Celebrating Glorious 50 Years

Our School Infrastructure

A Great Beginning in 1963

hostel :

Hostels are quite accommodating and well-built. There are six hostels named after famous dynasties. Each hostel has four barracks – two for juniors and two for seniors. All of them are attached with bathrooms and toilets. Each student is provided separate cot, bedding and cupboard. The hostel building also has recreational hall for study and recreation.

  • Cadets’ Houses are named after the various dy¬nasties of Kamataka of Medival period except Wodeyar which is of modern period.

  • The memorable rule of the Chalukyas of Vatapy, the present Badami, constitutes a brilliant epoch in the history of Karnataka in particular and Indian history in general. It was the first Karnataka dynasty to establish its name and fame throughout India. It is believed that the fame of the Chalukyas had spread as far as Persia during the reign of Pulkeshi, who defeated Harshavardhana, the North Indian Overlord.
  • The hands of the Chalukyan Kings were not found wanting in any aspect of culture. The Chalukya rulers were Hindus but they were tolerant towards the Bud¬dhists and the Jains. They built a powerful navy and developed some sports encouraging trade with Arabia and Persia.
  • Architecture reached its highest water mark un¬der the Chalukyas. The monuments and temples at Aihole, Badami and Pattadkal speak eloquently of the glory and grandeur of the Chalukyas.
  • The Chalukyans of Badami ruled with their capi¬tal at Vatapi for a little more than two centuries. After an eclipse of two centuries, the Chalukyas revived their political power and ruled from Kalyan for a couple of centuries, after the decline of the rule of the Rashtrakutas.

  • The glory and rule of the Hoysalas which spread over a period of more than three centuries forms the brightest chapter in the history of medieval Kamataka. The Hoysalas began their rule a.s the feudatories of the Chalukyas of Kalyan. When their power was on the decline, Hoysalas as¬serted their independence and established their su¬premacy over Karnataka.
  • Nripakama was the founder of the Hoysala dy¬nasty. He is identified with ‘Sala’ from whom the dy¬nasty derived its name. The dynasty produced illustri¬ous monarchs like Vishnuvardhana, and Vir Ballala II who by their military exploits increased the power and prestige of the dynasty.
  • The Hoysala period was known for great religious activity in Karnataka. The Great Vaishnava teacher, Ramanuja found refuge in the Hoysala Kingdom. Jainism was in a flourishing tondition.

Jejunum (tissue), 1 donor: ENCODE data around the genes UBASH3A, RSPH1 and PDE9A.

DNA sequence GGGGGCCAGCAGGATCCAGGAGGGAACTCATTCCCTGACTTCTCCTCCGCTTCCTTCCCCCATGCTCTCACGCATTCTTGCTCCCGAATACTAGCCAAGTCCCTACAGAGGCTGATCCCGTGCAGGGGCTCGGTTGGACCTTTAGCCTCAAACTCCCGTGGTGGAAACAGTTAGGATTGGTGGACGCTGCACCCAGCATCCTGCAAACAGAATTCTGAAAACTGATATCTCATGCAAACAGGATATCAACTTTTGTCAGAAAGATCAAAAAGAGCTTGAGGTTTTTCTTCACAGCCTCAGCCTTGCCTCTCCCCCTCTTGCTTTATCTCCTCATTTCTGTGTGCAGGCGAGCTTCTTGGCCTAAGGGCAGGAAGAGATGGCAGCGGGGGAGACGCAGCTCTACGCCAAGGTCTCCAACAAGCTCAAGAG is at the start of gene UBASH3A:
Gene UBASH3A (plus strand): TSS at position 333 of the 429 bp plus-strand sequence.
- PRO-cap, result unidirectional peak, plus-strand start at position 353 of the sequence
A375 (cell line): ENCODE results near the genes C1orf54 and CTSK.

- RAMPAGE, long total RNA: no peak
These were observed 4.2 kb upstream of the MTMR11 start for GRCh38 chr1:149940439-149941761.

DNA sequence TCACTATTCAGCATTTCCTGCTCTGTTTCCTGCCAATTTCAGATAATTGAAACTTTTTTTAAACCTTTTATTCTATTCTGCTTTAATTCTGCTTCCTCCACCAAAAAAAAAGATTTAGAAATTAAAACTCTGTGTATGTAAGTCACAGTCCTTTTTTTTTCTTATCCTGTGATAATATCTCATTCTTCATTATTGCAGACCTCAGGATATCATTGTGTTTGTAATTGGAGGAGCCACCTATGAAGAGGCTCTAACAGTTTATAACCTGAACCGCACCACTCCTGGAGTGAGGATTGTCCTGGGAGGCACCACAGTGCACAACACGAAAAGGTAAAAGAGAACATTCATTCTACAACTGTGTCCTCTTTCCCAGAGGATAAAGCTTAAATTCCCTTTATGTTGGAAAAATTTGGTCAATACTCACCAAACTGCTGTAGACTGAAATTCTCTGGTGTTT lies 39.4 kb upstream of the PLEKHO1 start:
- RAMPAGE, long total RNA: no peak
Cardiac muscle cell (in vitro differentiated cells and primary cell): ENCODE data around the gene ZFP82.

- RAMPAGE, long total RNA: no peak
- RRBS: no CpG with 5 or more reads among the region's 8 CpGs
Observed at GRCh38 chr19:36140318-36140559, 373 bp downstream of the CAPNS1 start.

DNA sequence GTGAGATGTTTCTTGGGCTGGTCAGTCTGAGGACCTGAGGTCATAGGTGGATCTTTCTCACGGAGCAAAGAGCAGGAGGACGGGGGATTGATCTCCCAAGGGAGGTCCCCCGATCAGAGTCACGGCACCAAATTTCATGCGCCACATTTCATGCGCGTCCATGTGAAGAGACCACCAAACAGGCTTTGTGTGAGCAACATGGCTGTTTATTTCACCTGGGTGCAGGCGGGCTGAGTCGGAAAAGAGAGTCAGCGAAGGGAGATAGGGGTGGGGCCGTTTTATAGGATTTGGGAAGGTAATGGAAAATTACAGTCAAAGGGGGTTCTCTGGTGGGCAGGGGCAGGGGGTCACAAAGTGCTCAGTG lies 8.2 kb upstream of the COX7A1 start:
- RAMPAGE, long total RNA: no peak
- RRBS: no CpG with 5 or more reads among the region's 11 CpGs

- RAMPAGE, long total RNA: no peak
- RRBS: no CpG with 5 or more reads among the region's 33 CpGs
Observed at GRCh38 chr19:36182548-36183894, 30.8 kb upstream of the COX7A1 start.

• The benevolent and cultured Hoysala rulers encouraged Kannada and Sanskrit literature.
  • Their rule wC!s remarkably admirable in the his¬tory of Indian art and they gave the name to their style of architecture - ’The Hoysala Style’. The temples of Belur, Halebid and Somanathapura are the standing testimony of their artistic excellence and architectural skills of their sculptors.
  • Thus, the period of Hoysalas constitutes the glo¬rious epochs in the history of Karnataka.

  • After the execution of Mohammed Gowan in 1481 A.D. The Bahamani Kingdom was split into five inde¬pendent Kingdoms and Bijapur was one of them.
  • Yusuf Adilkhan who was the Governor of Bijapur declared his independence after the fall of the Bahamani Kingdom, took the title of ‘Shah’ and founded the Adilshahi dynasty in 1489 A.D.
  • The Adilshahis ruled for about tw: ::enturies and their rule was remarkable with religious tolerance, artis¬tic excellence and architectural glory. Bijapur, the capital city became prosperous with flourishing trade and commerce.
  • The ‘Bijapur School’ of painting speaks of their artistic taste in literary field. Arabic and Persian lan¬guages were patronized by the Adilshahi rulers.
  • The greatest contribution of Adilshahi was that of their architectural eminence reached during the reign of Ibrahim Adilshah II. The Gol Gumbaz which is the second largest dome in the World with its whispering gallery, along with Ibrahim Rouza, Jamia Masjid and other monuments of Bijapur are the standing testimony of their cultural eminence.

  • ‘The glory and rule of the Vijayanagar represents the era of a civilization, when the Spring and Summer of Indian Culture had been succeeded by a phase of civilization characterised by the rise of a new industrial system, an imperialism, and a city state with a highly urbanized civilisation.”
  • The Vijayanagar Kingdom had a glorious history from 1336 to 1565 A.D. It was founded by Harihar Raya and Bukka Raya with its capital at Hastinapur of Hampi or Vijayanagar. During this period, it was ruled by three dynasties, viz., the Sangam Dynasty, the Saluva Dynasty and the Tuluva Dynasty.